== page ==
When you queue up at a fuel station, pay attention to that 15 to 30 paise change that's not returned to you. It might not be a big deal, but an NGO, Panchgavya, in Bangalore estimates that consumers lose about Rs 300 crore a year from short-changing at petrol stations. It has filed a public interest litigation in the Karnataka High Court asking the state to account for these funds.
Arun Kumar, Founder Member, Panchagavya Trust said, "What prompted us to file the PIL was that the amount involved is huge which is going unaccounted even though we are paying it. It is not the fault of anyone, it's a failure on the part of the system."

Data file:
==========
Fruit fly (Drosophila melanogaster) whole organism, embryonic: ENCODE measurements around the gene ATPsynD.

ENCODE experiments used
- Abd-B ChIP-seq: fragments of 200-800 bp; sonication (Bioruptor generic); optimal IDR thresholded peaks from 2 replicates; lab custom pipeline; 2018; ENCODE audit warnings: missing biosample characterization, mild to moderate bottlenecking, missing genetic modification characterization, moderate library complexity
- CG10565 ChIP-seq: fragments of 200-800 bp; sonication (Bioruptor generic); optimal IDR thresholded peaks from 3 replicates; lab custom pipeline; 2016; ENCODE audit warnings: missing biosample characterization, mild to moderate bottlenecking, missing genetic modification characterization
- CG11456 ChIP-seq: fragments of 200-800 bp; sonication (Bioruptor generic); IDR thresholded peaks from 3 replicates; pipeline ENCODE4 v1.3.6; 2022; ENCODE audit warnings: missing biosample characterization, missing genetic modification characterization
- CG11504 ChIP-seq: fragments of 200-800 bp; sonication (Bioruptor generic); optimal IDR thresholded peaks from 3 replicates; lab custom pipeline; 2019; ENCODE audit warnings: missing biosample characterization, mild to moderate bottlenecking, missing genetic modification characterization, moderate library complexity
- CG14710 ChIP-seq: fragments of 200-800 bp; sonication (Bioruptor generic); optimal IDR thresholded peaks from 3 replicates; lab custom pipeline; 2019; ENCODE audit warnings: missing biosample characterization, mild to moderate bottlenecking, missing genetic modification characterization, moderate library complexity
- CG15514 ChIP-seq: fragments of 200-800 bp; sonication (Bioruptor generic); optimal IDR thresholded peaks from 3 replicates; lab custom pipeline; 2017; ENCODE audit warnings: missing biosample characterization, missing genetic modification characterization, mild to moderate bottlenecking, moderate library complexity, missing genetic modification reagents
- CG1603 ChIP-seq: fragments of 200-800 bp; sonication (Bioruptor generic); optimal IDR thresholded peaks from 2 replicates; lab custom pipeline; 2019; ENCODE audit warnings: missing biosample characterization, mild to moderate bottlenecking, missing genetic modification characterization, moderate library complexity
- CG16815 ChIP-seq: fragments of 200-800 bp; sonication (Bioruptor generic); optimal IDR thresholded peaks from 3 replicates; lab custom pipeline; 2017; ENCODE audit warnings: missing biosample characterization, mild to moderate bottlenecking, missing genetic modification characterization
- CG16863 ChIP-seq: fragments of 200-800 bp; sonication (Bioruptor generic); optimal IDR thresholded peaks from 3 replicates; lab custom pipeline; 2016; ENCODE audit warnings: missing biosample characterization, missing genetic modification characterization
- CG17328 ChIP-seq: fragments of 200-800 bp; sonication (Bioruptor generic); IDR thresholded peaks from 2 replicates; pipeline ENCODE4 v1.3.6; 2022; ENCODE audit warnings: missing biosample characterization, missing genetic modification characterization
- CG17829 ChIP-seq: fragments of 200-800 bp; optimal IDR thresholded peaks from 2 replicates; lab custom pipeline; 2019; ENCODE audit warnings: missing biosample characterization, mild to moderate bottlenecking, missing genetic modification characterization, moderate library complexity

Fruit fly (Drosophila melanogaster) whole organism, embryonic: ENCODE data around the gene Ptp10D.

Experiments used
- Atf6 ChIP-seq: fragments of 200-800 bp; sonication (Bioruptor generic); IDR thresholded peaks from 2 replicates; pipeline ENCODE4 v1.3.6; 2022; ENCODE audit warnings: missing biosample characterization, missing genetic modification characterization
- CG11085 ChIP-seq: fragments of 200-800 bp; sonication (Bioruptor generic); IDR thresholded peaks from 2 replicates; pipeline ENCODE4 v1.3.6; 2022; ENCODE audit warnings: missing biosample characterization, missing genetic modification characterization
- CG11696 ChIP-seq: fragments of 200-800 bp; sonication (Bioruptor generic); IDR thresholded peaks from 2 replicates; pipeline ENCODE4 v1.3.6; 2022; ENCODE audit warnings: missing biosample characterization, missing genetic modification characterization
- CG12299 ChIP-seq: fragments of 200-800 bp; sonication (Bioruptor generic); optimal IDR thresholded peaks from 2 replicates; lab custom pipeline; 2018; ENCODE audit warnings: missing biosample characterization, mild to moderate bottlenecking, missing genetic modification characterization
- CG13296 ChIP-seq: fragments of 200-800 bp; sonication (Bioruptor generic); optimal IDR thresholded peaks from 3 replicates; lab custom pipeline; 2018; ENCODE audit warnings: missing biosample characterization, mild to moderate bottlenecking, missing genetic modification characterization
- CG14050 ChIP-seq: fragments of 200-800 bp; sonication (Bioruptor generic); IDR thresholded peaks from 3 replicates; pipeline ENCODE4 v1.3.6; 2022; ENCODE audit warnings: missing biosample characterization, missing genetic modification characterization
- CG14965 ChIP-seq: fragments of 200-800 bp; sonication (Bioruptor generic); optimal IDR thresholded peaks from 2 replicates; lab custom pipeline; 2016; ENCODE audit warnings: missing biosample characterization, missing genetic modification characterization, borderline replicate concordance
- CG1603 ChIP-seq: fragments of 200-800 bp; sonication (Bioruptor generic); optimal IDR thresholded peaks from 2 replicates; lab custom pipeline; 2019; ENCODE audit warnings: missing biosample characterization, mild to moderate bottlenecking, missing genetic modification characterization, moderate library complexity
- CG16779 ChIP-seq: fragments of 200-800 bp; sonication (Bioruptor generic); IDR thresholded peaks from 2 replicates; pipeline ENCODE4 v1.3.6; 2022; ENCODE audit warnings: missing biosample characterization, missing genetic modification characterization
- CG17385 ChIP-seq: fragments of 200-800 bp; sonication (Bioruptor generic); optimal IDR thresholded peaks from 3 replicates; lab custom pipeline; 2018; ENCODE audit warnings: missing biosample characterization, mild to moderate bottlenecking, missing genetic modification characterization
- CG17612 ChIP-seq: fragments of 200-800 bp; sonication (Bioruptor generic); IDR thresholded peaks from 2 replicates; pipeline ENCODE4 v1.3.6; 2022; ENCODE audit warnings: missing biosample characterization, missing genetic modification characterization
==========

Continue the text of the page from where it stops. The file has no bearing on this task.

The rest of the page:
Petrol sales in Bangalore alone amount to 8 lakh litres a day. At Rs 50.62 paise a litre, that's over Rs 4 crore, and it's no small change. Taking price fluctuations across India into account, on an average, 18 paise per litre is not returned to the consumer. While some believe the issue can be dealt with by using cards to pay for fuel, cashless transactions are still a long way from India's fuel stations.
It's true that a little change does not matter too much. Petrol pumps normally distribute the extra money among their staff. But Rs 300 crore is a lot of money, and that's only on petrol sales. If other fuels are taken into account, the figure could well surpass the Rs 500 crore. That's big bucks from small change.